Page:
Most people think of the Meta Quest 2 as just a game console, despite Meta’s attempts to push it as a socialization and productivity device. That said, I think there’s a lot more that can be done with this technology — like changing the entire way we approach work or even arrange our offices. Does working on Jarvis sound appealing to anyone?
Virtual vs. “Virtual” Keyboards
In the Meta Quest 2, there are virtual keyboards — the one that appears when you want to search for something, which you can tap with your hand or use the controllers to point to keys — and the “virtual” keyboard, which is just your real-world keyboard placed into VR.
At the moment, only the Logitech K830 meets the necessary criteria. You can set this keyboard up and see it in VR, just like you would your controllers. This makes it the ideal choice for someone using the Meta Quest 2 as a remote workspace.
In time, I hope to see more keyboards integrated into virtual reality — or just the ability to add any keyboard.
A Vision for a New Workstation
Think of your current office layout. It takes a lot to keep it going; for example, mine consists of two monitors, a dock for my Macbook Pro, a keyboard and mouse, the desk it all sits on, the monitor mounts, etc. Setting up a home office isn’t an easy endeavor.
But what if the home office changed? There are applications for Meta Quest 2 that give users a taste of what that might be like. Immersed VR is one example. It lets you create up to five monitor windows for working in VR, and they all come straight from your home desktop. You can access your computer from anywhere, which makes it a great choice for traveling workers.
There’s even a truly virtual keyboard, but it leaves something to be desired. While hand tracking is incredibly advanced (and a far cry from what it originally was), I find myself wanting more seamless response times. The faster a typist you are, the more likely you are to see interference from the virtual keyboard.
Virtual Desktop is a similar app. It markets itself as an app for “low latency, high quality” streaming. It supports Bluetooth mice and keyboards, too, so you can use your home keyboard in VR (you just might not be able to see it.)
Up to four computers can be connected to Virtual Desktop so that you can swap between them at will; it’s an incredible tool for productivity, especially if you’re used to working on multiple machines at once.
These are just two examples of the productivity apps available on Meta Quest 2. There are plenty of others, and these let you do everything from type up word documents to mindmap, create flowcharts, and much more.
Windows, Windows Everywhere
The biggest appeal of a virtual workspace is the ability to have multiple “monitors” throughout your area. Remember that scene in Iron Man, when Tony Stark is flipping through different screens to find what he wants? He reaches up and moves a display to the side and it remains there. That’s possible in virtual reality.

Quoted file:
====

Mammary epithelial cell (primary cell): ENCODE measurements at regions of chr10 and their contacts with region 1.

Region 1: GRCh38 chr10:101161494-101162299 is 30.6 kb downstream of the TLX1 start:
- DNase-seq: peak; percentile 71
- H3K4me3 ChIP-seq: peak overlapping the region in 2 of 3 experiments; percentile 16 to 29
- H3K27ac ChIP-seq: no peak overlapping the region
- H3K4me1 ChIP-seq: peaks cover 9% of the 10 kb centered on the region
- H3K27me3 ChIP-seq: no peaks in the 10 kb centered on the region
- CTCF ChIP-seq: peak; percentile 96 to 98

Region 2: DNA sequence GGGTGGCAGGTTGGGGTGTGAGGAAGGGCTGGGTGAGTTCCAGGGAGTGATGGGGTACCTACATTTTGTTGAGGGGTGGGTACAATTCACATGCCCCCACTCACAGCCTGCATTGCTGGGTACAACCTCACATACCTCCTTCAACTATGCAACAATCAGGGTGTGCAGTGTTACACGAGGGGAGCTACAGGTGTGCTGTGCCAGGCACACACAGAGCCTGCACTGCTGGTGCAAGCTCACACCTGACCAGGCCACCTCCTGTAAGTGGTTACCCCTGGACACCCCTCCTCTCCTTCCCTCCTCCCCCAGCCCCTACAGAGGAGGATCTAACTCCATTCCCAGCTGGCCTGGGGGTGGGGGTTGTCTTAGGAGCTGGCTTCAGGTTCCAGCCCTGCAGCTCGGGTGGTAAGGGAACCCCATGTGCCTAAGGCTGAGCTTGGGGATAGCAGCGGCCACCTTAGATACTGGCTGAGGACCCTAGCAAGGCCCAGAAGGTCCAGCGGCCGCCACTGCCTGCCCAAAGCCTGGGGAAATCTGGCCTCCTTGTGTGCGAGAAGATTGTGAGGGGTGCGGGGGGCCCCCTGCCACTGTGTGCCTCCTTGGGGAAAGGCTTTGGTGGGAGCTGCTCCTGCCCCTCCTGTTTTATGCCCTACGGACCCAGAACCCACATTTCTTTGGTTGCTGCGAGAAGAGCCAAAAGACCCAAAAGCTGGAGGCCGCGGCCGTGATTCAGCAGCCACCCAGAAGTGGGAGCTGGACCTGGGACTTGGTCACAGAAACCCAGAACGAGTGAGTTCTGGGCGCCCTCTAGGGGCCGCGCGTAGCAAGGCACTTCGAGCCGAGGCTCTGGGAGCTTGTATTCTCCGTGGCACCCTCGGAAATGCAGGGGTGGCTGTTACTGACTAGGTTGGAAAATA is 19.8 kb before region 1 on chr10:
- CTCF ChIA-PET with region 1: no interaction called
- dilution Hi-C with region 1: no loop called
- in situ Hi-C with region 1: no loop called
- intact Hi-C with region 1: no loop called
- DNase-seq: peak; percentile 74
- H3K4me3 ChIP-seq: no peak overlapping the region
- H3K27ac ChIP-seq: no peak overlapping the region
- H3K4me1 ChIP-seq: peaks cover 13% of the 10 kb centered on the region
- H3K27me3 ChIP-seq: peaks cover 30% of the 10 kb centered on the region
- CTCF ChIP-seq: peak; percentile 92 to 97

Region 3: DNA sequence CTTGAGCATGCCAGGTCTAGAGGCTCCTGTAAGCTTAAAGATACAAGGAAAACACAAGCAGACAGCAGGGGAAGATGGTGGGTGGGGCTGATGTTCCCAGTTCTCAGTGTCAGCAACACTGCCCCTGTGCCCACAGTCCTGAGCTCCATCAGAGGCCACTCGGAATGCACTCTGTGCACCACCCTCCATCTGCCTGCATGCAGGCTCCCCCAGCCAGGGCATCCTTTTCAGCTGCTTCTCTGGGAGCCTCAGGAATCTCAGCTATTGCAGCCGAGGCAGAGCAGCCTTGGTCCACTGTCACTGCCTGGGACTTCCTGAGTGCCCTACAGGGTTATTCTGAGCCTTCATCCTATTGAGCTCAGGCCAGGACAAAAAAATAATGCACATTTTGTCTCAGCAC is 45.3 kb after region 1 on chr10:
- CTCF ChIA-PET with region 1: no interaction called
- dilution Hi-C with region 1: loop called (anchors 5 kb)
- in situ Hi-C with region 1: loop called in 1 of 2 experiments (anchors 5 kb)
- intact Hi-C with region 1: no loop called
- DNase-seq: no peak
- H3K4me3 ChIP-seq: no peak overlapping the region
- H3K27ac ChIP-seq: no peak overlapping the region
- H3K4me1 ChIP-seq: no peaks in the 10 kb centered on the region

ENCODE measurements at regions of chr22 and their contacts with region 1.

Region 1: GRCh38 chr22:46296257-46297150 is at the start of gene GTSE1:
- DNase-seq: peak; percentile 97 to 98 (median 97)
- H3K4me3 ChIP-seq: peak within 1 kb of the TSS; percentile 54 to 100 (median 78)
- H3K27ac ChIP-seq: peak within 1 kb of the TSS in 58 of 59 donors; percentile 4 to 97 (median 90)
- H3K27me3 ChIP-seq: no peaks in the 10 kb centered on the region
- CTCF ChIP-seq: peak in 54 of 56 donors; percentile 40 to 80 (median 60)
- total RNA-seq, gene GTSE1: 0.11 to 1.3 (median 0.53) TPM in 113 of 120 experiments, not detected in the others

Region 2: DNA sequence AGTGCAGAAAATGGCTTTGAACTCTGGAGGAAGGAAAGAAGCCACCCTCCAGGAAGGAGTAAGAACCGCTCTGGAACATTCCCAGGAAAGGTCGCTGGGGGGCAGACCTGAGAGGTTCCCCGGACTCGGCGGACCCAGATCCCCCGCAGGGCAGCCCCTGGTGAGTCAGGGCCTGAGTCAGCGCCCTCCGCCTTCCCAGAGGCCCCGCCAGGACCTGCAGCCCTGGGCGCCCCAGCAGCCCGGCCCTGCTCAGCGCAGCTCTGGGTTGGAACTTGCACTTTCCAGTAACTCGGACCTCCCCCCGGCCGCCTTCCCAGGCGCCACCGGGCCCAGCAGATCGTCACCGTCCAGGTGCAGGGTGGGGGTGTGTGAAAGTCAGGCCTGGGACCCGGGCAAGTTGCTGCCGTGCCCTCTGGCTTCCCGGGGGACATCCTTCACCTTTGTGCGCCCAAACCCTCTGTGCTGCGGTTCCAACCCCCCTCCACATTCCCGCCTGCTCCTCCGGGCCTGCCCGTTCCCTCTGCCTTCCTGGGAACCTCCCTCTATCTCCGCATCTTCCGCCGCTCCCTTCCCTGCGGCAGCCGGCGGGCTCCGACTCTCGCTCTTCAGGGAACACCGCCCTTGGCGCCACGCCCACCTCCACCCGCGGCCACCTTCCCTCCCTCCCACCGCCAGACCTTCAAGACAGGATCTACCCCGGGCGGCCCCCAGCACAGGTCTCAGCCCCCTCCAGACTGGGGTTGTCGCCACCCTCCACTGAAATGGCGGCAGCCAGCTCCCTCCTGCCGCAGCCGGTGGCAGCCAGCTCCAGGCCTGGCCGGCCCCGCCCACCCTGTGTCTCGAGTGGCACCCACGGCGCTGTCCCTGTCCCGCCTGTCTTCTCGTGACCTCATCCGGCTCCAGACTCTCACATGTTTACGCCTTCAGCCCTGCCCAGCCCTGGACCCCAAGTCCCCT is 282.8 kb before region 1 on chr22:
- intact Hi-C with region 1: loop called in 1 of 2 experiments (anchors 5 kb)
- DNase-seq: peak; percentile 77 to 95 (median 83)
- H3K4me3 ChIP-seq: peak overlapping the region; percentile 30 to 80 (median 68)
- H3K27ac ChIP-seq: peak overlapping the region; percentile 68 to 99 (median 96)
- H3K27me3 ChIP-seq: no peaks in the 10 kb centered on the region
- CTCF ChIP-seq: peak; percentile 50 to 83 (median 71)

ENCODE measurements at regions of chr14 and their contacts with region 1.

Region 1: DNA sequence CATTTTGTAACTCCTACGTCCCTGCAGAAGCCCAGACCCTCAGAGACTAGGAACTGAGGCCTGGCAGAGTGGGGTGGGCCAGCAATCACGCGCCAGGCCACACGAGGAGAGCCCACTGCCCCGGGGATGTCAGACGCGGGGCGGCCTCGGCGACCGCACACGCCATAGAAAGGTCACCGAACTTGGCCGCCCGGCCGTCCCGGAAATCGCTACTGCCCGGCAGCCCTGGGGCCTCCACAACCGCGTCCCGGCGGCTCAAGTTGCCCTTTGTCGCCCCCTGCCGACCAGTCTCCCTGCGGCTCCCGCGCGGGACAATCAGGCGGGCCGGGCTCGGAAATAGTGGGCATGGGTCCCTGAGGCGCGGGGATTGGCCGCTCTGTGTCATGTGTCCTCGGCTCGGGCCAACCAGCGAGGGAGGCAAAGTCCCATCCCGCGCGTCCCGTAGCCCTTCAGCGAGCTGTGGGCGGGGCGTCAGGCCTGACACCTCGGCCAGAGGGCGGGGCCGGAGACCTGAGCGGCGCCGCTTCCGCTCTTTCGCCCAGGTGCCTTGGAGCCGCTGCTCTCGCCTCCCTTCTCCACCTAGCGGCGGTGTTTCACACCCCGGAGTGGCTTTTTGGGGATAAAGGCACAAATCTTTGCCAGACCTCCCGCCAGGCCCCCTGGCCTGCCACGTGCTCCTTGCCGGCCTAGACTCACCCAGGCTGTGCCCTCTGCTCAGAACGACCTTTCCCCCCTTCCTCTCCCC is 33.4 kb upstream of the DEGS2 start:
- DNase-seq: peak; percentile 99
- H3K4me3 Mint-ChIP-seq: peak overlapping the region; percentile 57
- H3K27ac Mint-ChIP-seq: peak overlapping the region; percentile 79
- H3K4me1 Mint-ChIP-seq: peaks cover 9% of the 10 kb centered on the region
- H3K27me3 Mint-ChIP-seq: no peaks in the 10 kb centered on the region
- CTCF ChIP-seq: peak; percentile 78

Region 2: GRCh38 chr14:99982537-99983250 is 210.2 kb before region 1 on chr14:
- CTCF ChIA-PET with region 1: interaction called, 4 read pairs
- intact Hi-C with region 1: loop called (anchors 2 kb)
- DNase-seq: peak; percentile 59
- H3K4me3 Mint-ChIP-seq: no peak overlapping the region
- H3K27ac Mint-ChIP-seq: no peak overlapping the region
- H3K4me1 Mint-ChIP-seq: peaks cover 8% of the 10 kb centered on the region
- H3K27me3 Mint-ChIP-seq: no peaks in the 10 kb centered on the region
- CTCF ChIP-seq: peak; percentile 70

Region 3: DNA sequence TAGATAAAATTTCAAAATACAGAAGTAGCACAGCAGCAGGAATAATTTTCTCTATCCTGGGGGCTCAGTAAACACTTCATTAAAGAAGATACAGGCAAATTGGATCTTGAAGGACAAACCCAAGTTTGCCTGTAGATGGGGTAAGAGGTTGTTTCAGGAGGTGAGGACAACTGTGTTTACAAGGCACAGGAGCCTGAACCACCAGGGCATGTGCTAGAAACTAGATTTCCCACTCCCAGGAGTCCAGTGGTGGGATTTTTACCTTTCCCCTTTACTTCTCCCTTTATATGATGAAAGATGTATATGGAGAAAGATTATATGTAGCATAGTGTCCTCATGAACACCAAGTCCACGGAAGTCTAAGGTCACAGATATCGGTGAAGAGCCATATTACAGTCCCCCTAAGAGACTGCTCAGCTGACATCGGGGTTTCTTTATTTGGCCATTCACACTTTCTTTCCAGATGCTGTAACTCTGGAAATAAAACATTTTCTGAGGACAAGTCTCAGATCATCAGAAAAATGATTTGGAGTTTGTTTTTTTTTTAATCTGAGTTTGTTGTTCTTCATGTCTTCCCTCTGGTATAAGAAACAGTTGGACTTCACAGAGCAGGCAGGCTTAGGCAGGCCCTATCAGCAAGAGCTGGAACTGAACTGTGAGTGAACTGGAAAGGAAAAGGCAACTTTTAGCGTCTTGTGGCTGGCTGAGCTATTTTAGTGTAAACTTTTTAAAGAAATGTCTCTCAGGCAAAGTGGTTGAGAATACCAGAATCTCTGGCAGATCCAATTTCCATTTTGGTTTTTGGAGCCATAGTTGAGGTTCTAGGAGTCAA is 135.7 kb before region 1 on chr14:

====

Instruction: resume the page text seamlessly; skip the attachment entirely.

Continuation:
Static displays can be set up so that you have a lot of information in one area. When you move your head away, you’ll have a lot of available virtual real estate, but the screens you moved will remain where they are. This is perfect for anyone doing research. Place all of your research materials on one side — no need for tabs, just open each page in a different window — and look to them as needed.
Trust me: if you sit in the middle of a room in your chair and work in a 360-degree space, it makes the workday feel totally different.
I have this mental image of science fiction writers sitting in the middle of an empty room wearing only a VR headset, with numerous windows placed around them. Their research of far-flung galaxies, an alien name generator and a dozen other subjects could be displayed all at one time while they type away on their story, spinning in their chair to look at their research as needed.
Monetizing the Metaverse
As much as I dislike the term, this vision of the workspace falls squarely into the realm of the Metaverse. After all, Immersed VR lets you sit in a virtual office space and interact with colleagues no matter where in the world you are located. There’s even a virtual whiteboard you can all use to brainstorm ideas.
You can even make use of a virtual webcam to speak with your coworker’s avatar, and phone integration means you can see your phone’s screen and check text messages without removing your headset.
The thing is, people like to personalize their workspace. There are a lot of monetization opportunities in the idea of a virtual office. For example, what if you wanted a specially branded keyboard? Maybe you want a virtual keyboard with a lot of RGB.
Companies like Razer or SteelSeries could sell virtual skins for your in-office keyboard. You could decorate your desk with sports memorabilia from your favorite teams. You could even have the Heisman sitting in your office for the low, low price of $20.
Okay, that last example was made up — but it’s just to paint of picture of the possibilities that exist.
Can you expect to work in VR within just a few years? Possibly — some companies (Meta especially) have begun to utilize these tools, but it’s still far from what it could be. The technology for tracking hand movements needs to be refined before it sees widespread use.
At the same time, virtual reality is still in its infancy. The past few years have seen the birth of some of the first “true” VR games and experiences. As more companies adopt the technology and take strides to improve the resolution and immersion, more people will try it out. Until that happens, though, you can probably still expect to go into the office on a semi-regular basis.